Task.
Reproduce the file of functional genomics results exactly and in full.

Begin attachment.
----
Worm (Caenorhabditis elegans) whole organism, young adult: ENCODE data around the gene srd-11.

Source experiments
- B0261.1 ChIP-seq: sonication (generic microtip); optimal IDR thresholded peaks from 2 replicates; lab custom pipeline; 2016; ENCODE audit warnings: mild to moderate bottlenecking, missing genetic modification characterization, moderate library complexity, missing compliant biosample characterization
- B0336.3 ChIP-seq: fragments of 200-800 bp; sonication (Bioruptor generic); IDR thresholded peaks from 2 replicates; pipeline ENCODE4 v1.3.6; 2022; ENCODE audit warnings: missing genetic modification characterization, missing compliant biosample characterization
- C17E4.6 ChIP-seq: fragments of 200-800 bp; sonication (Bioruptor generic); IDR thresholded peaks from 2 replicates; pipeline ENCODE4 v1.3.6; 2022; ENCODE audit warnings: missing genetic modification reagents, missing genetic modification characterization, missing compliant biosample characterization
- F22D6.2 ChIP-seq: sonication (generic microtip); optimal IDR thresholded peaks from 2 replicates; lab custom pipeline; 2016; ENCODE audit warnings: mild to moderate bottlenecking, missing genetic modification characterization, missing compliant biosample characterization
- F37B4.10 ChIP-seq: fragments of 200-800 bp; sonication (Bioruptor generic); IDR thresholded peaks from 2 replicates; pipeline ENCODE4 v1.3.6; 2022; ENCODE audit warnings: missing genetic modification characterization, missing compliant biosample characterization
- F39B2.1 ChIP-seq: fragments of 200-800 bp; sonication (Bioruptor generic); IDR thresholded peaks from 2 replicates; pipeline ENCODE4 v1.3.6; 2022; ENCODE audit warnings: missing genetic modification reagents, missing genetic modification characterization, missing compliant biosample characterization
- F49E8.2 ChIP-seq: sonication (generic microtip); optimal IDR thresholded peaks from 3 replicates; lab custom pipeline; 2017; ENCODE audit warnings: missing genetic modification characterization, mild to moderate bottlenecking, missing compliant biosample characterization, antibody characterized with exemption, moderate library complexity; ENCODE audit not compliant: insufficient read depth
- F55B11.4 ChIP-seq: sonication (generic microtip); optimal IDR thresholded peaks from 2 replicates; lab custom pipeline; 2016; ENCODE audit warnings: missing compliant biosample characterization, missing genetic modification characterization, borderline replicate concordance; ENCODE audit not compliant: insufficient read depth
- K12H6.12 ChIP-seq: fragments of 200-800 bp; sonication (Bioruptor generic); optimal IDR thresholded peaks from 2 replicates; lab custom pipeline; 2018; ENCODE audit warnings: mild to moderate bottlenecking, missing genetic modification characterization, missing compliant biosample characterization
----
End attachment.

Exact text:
Worm (Caenorhabditis elegans) whole organism, young adult: ENCODE data around the gene srd-11.

Source experiments
- B0261.1 ChIP-seq: sonication (generic microtip); optimal IDR thresholded peaks from 2 replicates; lab custom pipeline; 2016; ENCODE audit warnings: mild to moderate bottlenecking, missing genetic modification characterization, moderate library complexity, missing compliant biosample characterization
- B0336.3 ChIP-seq: fragments of 200-800 bp; sonication (Bioruptor generic); IDR thresholded peaks from 2 replicates; pipeline ENCODE4 v1.3.6; 2022; ENCODE audit warnings: missing genetic modification characterization, missing compliant biosample characterization
- C17E4.6 ChIP-seq: fragments of 200-800 bp; sonication (Bioruptor generic); IDR thresholded peaks from 2 replicates; pipeline ENCODE4 v1.3.6; 2022; ENCODE audit warnings: missing genetic modification reagents, missing genetic modification characterization, missing compliant biosample characterization
- F22D6.2 ChIP-seq: sonication (generic microtip); optimal IDR thresholded peaks from 2 replicates; lab custom pipeline; 2016; ENCODE audit warnings: mild to moderate bottlenecking, missing genetic modification characterization, missing compliant biosample characterization
- F37B4.10 ChIP-seq: fragments of 200-800 bp; sonication (Bioruptor generic); IDR thresholded peaks from 2 replicates; pipeline ENCODE4 v1.3.6; 2022; ENCODE audit warnings: missing genetic modification characterization, missing compliant biosample characterization
- F39B2.1 ChIP-seq: fragments of 200-800 bp; sonication (Bioruptor generic); IDR thresholded peaks from 2 replicates; pipeline ENCODE4 v1.3.6; 2022; ENCODE audit warnings: missing genetic modification reagents, missing genetic modification characterization, missing compliant biosample characterization
- F49E8.2 ChIP-seq: sonication (generic microtip); optimal IDR thresholded peaks from 3 replicates; lab custom pipeline; 2017; ENCODE audit warnings: missing genetic modification characterization, mild to moderate bottlenecking, missing compliant biosample characterization, antibody characterized with exemption, moderate library complexity; ENCODE audit not compliant: insufficient read depth
- F55B11.4 ChIP-seq: sonication (generic microtip); optimal IDR thresholded peaks from 2 replicates; lab custom pipeline; 2016; ENCODE audit warnings: missing compliant biosample characterization, missing genetic modification characterization, borderline replicate concordance; ENCODE audit not compliant: insufficient read depth
- K12H6.12 ChIP-seq: fragments of 200-800 bp; sonication (Bioruptor generic); optimal IDR thresholded peaks from 2 replicates; lab custom pipeline; 2018; ENCODE audit warnings: mild to moderate bottlenecking, missing genetic modification characterization, missing compliant biosample characterization